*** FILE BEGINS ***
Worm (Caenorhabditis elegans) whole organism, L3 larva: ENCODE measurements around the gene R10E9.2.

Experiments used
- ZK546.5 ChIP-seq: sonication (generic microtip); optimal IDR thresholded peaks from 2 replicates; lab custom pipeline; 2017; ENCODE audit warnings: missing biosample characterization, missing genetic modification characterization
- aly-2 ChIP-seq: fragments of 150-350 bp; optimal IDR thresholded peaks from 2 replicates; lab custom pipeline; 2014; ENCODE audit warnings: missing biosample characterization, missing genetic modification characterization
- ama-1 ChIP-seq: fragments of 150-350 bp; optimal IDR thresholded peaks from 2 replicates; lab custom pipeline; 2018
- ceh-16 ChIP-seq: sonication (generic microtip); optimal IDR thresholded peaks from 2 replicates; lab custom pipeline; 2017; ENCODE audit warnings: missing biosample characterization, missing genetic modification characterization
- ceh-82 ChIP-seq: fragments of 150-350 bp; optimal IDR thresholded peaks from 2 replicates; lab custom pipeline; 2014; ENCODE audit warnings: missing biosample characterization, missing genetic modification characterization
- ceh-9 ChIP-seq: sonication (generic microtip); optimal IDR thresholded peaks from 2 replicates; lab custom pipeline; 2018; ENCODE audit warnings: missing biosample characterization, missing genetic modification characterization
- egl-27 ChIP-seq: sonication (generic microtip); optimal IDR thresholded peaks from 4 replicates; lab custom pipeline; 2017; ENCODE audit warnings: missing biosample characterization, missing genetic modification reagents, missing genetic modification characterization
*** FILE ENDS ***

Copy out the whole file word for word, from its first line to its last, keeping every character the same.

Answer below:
Worm (Caenorhabditis elegans) whole organism, L3 larva: ENCODE measurements around the gene R10E9.2.

Experiments used
- ZK546.5 ChIP-seq: sonication (generic microtip); optimal IDR thresholded peaks from 2 replicates; lab custom pipeline; 2017; ENCODE audit warnings: missing biosample characterization, missing genetic modification characterization
- aly-2 ChIP-seq: fragments of 150-350 bp; optimal IDR thresholded peaks from 2 replicates; lab custom pipeline; 2014; ENCODE audit warnings: missing biosample characterization, missing genetic modification characterization
- ama-1 ChIP-seq: fragments of 150-350 bp; optimal IDR thresholded peaks from 2 replicates; lab custom pipeline; 2018
- ceh-16 ChIP-seq: sonication (generic microtip); optimal IDR thresholded peaks from 2 replicates; lab custom pipeline; 2017; ENCODE audit warnings: missing biosample characterization, missing genetic modification characterization
- ceh-82 ChIP-seq: fragments of 150-350 bp; optimal IDR thresholded peaks from 2 replicates; lab custom pipeline; 2014; ENCODE audit warnings: missing biosample characterization, missing genetic modification characterization
- ceh-9 ChIP-seq: sonication (generic microtip); optimal IDR thresholded peaks from 2 replicates; lab custom pipeline; 2018; ENCODE audit warnings: missing biosample characterization, missing genetic modification characterization
- egl-27 ChIP-seq: sonication (generic microtip); optimal IDR thresholded peaks from 4 replicates; lab custom pipeline; 2017; ENCODE audit warnings: missing biosample characterization, missing genetic modification reagents, missing genetic modification characterization